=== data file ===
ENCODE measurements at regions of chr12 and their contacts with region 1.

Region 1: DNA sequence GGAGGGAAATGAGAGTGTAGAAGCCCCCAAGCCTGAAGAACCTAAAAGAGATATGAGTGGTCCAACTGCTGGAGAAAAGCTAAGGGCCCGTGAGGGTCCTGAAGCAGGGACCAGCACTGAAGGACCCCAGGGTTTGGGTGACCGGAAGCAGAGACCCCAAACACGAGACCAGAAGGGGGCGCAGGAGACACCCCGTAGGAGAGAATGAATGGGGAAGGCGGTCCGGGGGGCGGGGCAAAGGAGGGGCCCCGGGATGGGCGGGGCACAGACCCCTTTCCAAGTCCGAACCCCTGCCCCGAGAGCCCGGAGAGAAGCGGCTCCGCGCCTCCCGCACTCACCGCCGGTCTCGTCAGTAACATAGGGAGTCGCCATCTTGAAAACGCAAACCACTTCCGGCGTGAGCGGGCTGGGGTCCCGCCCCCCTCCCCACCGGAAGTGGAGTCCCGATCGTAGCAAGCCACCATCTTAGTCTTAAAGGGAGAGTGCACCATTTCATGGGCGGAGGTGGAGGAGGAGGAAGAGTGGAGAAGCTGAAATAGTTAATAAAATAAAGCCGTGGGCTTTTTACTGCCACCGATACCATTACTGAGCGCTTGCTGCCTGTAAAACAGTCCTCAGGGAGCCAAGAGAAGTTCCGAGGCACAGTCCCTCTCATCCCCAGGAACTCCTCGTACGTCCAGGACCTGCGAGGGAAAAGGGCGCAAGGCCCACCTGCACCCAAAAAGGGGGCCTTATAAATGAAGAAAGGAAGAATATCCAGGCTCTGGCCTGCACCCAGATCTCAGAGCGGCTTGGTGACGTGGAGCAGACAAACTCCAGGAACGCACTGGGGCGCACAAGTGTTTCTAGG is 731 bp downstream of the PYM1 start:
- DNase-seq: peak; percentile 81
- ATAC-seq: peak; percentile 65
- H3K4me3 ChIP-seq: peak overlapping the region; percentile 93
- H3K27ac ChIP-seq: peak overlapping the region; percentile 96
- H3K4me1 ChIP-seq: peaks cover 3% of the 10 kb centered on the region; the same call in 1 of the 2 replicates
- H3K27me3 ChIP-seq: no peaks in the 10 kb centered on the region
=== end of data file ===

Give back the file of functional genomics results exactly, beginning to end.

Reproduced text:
ENCODE measurements at regions of chr12 and their contacts with region 1.

Region 1: DNA sequence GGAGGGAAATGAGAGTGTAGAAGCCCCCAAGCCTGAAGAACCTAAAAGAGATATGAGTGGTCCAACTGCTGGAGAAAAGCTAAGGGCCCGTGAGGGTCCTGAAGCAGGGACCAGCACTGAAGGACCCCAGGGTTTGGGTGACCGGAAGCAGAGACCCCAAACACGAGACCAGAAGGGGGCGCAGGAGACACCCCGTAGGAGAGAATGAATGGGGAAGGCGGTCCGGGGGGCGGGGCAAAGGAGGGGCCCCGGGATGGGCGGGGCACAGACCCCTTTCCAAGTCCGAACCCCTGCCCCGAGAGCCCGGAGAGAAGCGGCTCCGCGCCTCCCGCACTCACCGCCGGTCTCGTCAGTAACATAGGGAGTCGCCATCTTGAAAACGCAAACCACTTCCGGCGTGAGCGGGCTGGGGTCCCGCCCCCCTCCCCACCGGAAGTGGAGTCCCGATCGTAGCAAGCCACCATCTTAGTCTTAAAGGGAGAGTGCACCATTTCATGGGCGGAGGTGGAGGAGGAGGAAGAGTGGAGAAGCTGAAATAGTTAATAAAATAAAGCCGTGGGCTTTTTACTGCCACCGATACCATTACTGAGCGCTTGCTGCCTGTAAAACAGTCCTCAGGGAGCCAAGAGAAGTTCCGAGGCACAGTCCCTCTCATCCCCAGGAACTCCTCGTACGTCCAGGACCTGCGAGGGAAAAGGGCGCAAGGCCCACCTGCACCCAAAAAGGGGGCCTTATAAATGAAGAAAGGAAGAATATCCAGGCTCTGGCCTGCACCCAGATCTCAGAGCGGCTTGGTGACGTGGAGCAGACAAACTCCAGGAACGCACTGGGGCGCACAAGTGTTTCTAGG is 731 bp downstream of the PYM1 start:
- DNase-seq: peak; percentile 81
- ATAC-seq: peak; percentile 65
- H3K4me3 ChIP-seq: peak overlapping the region; percentile 93
- H3K27ac ChIP-seq: peak overlapping the region; percentile 96
- H3K4me1 ChIP-seq: peaks cover 3% of the 10 kb centered on the region; the same call in 1 of the 2 replicates
- H3K27me3 ChIP-seq: no peaks in the 10 kb centered on the region